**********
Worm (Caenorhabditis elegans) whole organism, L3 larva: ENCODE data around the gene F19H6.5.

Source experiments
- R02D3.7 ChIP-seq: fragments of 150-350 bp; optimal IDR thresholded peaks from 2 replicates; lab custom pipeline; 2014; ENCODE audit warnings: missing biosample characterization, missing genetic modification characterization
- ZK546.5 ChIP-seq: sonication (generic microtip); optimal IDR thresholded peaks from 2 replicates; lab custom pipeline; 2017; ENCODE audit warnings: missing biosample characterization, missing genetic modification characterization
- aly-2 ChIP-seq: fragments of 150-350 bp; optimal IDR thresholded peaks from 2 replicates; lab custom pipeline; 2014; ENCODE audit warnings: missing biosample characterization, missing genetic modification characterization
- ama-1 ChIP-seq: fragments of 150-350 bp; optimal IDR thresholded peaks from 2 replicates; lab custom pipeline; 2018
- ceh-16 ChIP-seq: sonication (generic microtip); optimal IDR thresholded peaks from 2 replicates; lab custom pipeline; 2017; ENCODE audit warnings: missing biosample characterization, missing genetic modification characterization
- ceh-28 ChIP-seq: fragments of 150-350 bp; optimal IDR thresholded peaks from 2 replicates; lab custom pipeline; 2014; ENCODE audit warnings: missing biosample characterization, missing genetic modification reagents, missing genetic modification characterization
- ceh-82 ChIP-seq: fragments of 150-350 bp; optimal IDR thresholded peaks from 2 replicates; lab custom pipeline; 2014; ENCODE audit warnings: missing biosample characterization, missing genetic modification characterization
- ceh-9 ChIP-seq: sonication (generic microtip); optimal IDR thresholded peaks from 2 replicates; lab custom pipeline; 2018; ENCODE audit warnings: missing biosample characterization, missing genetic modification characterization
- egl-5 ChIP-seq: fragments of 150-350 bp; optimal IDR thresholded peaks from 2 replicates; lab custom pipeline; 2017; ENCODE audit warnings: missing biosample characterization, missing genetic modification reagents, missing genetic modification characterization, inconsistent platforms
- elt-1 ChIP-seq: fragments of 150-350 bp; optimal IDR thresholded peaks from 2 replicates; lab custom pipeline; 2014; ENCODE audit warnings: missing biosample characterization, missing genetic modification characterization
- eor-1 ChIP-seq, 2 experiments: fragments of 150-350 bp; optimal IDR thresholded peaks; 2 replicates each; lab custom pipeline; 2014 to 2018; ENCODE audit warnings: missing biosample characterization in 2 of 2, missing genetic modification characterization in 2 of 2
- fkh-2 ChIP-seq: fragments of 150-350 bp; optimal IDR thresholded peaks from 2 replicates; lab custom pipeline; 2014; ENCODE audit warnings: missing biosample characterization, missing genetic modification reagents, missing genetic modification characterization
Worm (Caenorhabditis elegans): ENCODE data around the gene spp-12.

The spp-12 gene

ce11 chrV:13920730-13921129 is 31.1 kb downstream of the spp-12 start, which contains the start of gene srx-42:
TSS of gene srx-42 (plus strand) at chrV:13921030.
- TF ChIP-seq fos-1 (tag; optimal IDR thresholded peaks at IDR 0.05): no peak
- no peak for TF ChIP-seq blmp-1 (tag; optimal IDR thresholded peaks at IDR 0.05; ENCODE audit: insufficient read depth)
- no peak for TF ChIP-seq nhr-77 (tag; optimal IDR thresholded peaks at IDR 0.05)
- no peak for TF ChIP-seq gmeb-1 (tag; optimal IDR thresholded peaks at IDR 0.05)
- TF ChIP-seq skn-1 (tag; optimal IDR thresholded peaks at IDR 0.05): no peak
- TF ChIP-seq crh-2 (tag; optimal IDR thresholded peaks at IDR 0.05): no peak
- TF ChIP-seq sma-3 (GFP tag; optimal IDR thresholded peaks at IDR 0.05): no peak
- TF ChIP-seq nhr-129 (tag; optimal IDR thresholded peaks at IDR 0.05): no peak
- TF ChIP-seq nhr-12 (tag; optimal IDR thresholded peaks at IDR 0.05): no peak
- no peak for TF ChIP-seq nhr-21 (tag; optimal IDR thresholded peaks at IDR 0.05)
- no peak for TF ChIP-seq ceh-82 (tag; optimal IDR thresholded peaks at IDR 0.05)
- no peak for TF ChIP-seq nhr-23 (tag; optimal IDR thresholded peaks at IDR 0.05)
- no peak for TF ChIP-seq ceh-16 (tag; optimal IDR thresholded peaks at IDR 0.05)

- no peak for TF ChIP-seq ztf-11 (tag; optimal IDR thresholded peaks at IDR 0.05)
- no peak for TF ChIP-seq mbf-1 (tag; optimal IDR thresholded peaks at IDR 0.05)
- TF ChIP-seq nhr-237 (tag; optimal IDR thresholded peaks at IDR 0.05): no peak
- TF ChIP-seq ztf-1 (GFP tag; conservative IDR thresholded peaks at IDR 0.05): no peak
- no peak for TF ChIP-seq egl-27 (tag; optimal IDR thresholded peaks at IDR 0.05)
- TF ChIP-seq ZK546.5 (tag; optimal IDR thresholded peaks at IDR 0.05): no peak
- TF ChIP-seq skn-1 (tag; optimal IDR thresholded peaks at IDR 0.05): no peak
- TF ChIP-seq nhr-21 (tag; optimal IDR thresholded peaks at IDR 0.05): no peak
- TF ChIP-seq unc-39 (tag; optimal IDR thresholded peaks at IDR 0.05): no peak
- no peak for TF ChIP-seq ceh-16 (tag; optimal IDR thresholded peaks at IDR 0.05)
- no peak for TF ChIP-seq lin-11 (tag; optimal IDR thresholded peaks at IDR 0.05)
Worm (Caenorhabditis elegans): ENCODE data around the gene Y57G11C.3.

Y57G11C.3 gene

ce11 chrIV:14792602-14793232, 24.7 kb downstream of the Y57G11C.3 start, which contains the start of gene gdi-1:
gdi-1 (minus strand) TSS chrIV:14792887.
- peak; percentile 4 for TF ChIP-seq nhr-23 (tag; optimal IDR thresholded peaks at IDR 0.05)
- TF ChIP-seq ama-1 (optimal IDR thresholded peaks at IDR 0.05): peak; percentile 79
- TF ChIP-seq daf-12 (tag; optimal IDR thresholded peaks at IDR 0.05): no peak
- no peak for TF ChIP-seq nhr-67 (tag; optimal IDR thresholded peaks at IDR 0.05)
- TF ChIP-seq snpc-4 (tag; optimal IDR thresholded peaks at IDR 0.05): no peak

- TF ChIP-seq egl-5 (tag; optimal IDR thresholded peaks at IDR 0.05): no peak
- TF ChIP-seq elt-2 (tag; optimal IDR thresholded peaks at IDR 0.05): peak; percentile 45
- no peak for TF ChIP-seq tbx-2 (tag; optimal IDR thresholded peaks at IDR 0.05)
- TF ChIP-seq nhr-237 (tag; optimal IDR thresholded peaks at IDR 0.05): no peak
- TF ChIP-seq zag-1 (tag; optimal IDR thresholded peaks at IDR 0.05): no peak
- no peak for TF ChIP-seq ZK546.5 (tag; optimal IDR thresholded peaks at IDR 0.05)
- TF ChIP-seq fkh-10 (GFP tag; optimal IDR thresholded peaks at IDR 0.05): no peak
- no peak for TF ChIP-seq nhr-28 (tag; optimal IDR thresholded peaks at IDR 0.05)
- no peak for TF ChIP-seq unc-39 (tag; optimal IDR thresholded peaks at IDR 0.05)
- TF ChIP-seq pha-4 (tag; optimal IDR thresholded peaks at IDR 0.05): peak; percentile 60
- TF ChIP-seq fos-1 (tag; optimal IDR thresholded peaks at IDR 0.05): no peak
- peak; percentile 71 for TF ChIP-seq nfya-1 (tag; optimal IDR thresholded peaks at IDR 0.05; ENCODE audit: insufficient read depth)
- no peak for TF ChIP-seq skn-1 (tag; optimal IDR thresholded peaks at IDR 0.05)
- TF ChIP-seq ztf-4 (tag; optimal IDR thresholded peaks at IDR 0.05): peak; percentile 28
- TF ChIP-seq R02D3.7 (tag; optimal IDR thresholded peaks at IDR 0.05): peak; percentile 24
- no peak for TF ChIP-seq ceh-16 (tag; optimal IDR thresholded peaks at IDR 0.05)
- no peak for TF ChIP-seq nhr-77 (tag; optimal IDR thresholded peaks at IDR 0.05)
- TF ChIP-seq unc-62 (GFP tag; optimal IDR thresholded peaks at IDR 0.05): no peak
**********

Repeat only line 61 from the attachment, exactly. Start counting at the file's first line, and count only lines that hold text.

- TF ChIP-seq pha-4 (tag; optimal IDR thresholded peaks at IDR 0.05): peak; percentile 60